Giving pupils the lead in dialogic talk around presentations

Over summer I did a bit of work on the Interactive White Boards (IWB) project at Cambridge, and wrote a chapter for the reader on creating an environment for effective dialogue in the classroom.  The focus of that work, and the chapter, was primarily teacher led talk.  It was still interested in encouraging children to talk effectively, with each others, in whole class contexts, and in response to teachers, but it wasn’t generally focussed on how to set children up to lead sessions or ask questions using the IWB.

So – what might that look like, and what might a CPD session based on it look like?

  1.  What rules would you need? Could use Thinking Together ground rules here (See also below)
  2. What are the learning objectives?  Presumably, we want to do presentations because we think they add value above reading, both to those presenting and those listening.  But lots of presentations just give information (and sadly sometimes the information isn’t delivered well either) – so what could facilitate better collaboration (involving all of the group, and including the class), more interaction, and continued dialogue?
  3. What assessment criteria are most important?  Do we focus on content, collaboration, interactivity, presentation style (see rubric below), etc.

If I was  running something I’d:

  1. Talk about setting up rules (and modelling effective dialogue)
  2. Talk about learning objectives –
    1. If they’re group presentations, Bob Slavin (for example) talks about ensuring the learning objective is for everyone in the group to have the right answer, not just for the group (as a whole)/a single individual in it (can’t find resources at the moment, nice summary here though).
    2. Looking at Bloom’s taxonomy to think about what sort of research the pupils have been asked to do might also help.
    3. As would thinking about presentations based on enquiry.
    4. It might be worth thinking about whether it’s framed as a “presentation” or “being the teacher” – the latter might give some drama (ideas for using drama in classroom) and perhaps encourage the presenter and other pupils to ask questions
  3. Assessment – think about peer assessment (and deciding as a class what pupils want to get out of the presentations), even if they’re more for talking points than anything else it might be worth thinking about rubrics for
    1. presentation style, resources given, etc.
    2. content
    3. questions asked (and answered)
    4. fit with assessment criteria (for me, AO1/2/3 – content, evaluation, synopticity…broadly)

The presentations themselves could be set up in any number of ways.  Using the IWB allows you to save it for future use, and play with all of the dialogue supporting features described in the Cambridge project.  But [resentations can take place through posters, dance, role play, cartoons, photograph sequences, charts and graphs, mind maps etc. Some may even involve audience participation.  I like the idea of pupils presenting work and asking their classmates to reply using whole-class response systems (like mini-whiteboards).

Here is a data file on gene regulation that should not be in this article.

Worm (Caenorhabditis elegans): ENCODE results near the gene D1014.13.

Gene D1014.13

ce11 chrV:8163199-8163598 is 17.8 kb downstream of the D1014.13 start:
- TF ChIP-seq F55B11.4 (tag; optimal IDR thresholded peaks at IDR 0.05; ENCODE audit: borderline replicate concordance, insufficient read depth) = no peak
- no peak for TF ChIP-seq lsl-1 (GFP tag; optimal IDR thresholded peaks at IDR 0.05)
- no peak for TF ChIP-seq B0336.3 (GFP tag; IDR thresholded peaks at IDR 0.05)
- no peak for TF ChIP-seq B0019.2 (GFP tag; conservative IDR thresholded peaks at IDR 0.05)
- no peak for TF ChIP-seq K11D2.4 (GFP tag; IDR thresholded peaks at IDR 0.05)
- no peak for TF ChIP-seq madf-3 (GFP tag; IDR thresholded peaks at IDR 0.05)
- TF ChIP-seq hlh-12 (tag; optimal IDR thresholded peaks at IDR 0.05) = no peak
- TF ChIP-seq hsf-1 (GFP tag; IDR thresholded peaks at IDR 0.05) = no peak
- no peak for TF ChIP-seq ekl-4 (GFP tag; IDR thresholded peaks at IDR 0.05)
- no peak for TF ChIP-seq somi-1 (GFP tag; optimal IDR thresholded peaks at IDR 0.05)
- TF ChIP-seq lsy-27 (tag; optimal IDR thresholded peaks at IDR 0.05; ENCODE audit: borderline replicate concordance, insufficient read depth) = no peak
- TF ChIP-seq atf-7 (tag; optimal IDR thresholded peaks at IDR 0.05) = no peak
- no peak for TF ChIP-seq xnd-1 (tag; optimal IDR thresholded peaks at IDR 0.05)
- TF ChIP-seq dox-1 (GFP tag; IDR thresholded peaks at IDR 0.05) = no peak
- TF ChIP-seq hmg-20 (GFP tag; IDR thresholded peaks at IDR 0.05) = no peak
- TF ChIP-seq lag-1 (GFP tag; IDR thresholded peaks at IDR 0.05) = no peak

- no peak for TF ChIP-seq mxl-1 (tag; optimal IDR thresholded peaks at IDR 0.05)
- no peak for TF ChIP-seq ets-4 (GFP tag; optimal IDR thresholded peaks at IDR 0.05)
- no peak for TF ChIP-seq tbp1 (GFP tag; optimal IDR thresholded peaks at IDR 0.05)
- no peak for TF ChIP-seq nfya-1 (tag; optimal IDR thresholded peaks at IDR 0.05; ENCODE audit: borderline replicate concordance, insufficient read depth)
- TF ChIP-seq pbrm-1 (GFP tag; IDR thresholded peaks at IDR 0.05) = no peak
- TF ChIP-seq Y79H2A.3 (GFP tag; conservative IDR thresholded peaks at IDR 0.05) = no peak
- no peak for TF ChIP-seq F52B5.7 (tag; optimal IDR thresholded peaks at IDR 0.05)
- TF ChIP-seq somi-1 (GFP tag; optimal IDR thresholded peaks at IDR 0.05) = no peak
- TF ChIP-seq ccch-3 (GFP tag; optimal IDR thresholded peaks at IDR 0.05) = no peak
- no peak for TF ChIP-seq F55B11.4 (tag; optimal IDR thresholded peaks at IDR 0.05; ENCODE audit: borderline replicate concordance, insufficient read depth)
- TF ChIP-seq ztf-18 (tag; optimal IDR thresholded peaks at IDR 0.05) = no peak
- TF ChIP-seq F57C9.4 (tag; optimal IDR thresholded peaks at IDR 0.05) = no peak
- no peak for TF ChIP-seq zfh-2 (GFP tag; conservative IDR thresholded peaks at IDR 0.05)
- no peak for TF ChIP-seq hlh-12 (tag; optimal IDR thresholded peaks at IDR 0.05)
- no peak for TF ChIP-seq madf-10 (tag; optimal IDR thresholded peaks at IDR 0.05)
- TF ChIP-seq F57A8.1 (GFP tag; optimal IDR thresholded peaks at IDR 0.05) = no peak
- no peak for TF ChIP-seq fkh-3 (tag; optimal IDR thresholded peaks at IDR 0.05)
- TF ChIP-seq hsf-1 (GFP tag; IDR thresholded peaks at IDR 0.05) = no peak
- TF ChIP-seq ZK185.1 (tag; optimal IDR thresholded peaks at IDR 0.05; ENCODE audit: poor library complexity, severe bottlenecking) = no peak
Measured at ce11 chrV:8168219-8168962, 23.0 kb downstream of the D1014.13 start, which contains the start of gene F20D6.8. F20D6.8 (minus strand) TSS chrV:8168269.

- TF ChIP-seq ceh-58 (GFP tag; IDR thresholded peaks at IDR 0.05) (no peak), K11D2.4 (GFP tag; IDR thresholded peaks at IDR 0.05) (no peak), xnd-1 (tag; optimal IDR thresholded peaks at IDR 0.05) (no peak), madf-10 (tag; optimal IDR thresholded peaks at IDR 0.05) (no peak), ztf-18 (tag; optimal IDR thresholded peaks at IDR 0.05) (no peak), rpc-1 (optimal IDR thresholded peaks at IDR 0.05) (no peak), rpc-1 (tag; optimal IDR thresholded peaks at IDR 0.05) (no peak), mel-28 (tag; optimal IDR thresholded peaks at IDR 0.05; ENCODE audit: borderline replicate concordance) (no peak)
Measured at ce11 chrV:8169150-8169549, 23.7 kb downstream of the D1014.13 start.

It might be helpful if pupils have a question to address in their presentations, and if the rest of the class are primed to ask questions.  The questioning approach described below might be a way to encourage dialogue, as an alternative to taking notes (instead groups jot down questions).  This will likely be time consuming, one option would be to ask pupils to run start activities which then become the focus of further research and dialogue.

Might be ways to introduce games too…I’d have to think.

A couple of links:

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This Post Has 2 Comments

  1. […] * Dr Sarah Faisal from the UCL Interaction Centre discussed her research with her company Anamil Tech, where she has developed a new multilingual educational app for children aged 2 to 6 years old to encourage language learning and cultural awareness from an early age. Aside from thinking “ooo Arabic speaker, I wonder if she edits Wikipedia” I think the question of early age language learning, and cultural awareness is very interesting, and the question posed “how do we increase exposure to diversity without stereotyping” is an incredibly important one. It also reminded me that I should put my paper on (a sociocultural perspective on) moral development online. Sarah presented a nice app which facilitates storytelling, on the (very plausible) premise that the stories children create are their lived experience. This also reminded me of some of the work Rupert Wegerif has done on interactive technologies and their scope to exposure pupils to diverse perspectives (I think some links in this post). […]

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